NEW YORK (GenomeWeb News) – Officials from the Fred Hutchinson Cancer Research Center have said that the more than $40 million in American Recover and Reinvestment Act funding the center recently won could enable it to bring back some of the staffers it laid off this past spring, though not permanently.
Back in April, the Seattle-based Hutchinson center announced it had eliminated 83 positions, comprising 3 percent of its total workforce. The center cited declines in its philanthropic giving and investment income, both key sources of its discretionary funds.
Earlier this week, the Hutch announced it had been awarded 60 grants totaling $40.4 million funded through the ARRA, the $787 billion economic stimulus measure enacted in February by President Obama.
"This may allow us to hire back some research administrators that were laid off, but since the funding is only temporary, the positions would have to be temporary," Randy Main, the center's vice president and CFO, told GenomeWeb Daily News.
In announcing the stimulus funding on Monday, the Hutch said the money will help it retain and create about 920 jobs, based on an estimate that for every $100,000 it receives in grant funding, 2.3 jobs are retained or created internally and in the community by its suppliers.
Asked how many of the 920 jobs will be, or are projected to be, direct jobs at the center, Main replied, "It is very difficult to determine at this point. It is a certainty that more than half of the jobs created would be outside the center."
Main said the funds would allow for reimbursement "for a few million" dollars in costs that would have otherwise gone reimbursed — but cannot make up for the declines in philanthropic and investment income that touched off the job cutbacks, since the ARRA grants only cover project costs and allocated overhead.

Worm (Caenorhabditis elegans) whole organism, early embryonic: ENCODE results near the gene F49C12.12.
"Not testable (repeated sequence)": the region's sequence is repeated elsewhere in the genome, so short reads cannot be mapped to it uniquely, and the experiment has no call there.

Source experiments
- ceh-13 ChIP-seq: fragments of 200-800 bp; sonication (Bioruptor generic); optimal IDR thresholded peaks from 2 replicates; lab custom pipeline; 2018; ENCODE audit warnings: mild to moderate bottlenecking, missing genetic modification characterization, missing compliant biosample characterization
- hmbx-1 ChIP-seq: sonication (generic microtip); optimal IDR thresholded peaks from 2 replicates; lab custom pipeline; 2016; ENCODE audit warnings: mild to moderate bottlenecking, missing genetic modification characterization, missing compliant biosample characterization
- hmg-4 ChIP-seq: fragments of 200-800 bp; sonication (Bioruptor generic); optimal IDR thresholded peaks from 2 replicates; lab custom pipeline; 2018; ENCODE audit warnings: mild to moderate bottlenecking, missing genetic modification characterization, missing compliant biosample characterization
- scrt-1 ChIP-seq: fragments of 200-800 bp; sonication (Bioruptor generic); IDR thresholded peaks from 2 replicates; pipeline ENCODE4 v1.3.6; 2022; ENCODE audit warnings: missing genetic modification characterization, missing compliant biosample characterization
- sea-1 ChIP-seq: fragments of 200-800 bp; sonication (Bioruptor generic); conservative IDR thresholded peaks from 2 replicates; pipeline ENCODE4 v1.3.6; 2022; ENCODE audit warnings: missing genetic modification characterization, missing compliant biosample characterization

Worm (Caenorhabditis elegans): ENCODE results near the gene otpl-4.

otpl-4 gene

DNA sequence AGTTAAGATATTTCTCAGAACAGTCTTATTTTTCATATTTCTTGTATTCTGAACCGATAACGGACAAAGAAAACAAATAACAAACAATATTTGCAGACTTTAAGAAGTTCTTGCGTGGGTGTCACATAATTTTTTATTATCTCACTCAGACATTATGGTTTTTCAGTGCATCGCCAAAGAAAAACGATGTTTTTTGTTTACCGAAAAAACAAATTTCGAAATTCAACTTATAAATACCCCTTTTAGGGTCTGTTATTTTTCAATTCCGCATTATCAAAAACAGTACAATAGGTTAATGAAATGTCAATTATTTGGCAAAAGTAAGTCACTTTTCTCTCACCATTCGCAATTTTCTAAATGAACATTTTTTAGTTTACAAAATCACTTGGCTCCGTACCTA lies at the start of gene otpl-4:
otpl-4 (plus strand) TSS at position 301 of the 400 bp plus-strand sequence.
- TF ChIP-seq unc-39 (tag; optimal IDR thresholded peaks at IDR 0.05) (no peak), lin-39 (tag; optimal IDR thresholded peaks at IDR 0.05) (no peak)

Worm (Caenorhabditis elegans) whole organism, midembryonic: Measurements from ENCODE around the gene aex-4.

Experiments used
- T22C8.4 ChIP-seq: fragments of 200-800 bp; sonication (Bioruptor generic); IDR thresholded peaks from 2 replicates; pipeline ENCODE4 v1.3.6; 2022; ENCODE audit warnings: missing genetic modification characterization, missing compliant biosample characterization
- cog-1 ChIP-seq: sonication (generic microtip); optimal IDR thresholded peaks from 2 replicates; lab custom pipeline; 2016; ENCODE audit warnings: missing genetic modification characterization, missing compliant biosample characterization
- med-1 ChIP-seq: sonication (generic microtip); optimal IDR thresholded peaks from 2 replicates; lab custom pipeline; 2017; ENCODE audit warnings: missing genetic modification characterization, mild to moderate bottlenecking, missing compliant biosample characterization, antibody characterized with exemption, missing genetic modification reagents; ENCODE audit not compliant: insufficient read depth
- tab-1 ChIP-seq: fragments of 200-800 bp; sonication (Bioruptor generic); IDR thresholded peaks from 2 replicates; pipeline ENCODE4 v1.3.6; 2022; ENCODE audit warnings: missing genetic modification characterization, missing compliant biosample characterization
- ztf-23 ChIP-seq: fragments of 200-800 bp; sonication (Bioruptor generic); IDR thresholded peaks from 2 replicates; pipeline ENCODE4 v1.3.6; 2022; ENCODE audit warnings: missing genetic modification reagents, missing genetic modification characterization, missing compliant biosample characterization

The philanthropic and investment income reductions help explain why the Hutchinson center finished its fiscal year ending June 30 with $372 million in expenses and only $356 million in revenues. For the current fiscal year, however, the center projects a $5 million surplus, based on $364 million in revenues and $359 million in expenses.
The largest of the Hutchinson's $40 million in ARRA-funded projects was the $4.8 million grant awarded to Amanda Paulovich, an associate member of the center's clinical research division. Paulovich will conduct a pilot study designed to assess the feasibility and scalability of a human proteome detection and measurement technology.
The cancer center also won $4 million for a project to develop the infrastructure that would support a Center for Comparative Effectiveness Research in Cancer Genomics, or CANCERGEN. The public-private consortium will design and conduct prospective, controlled clinical trials of cancer genetic tests deemed to be promising, in collaboration with the University of Michigan-based Southwest Oncology Group, one of the largest National Cancer Institute-supported cancer clinical trials cooperative groups. The project will be led by Scott Ramsey, a member of the Hutchinson center's public health sciences division and a professor of medicine at University of Washington School of Medicine
Ramsey's project will be part of a $16 million set of four projects to be undertaken with Group Health Research Institute and the University of Washington School of Public Health. The four projects — to be funded through the ARRA via the National Institutes of Health's $1.1 billion Grand Opportunities grants program — are intended to establish Seattle as a national center for conducting advance comparative-effectiveness research in cancer.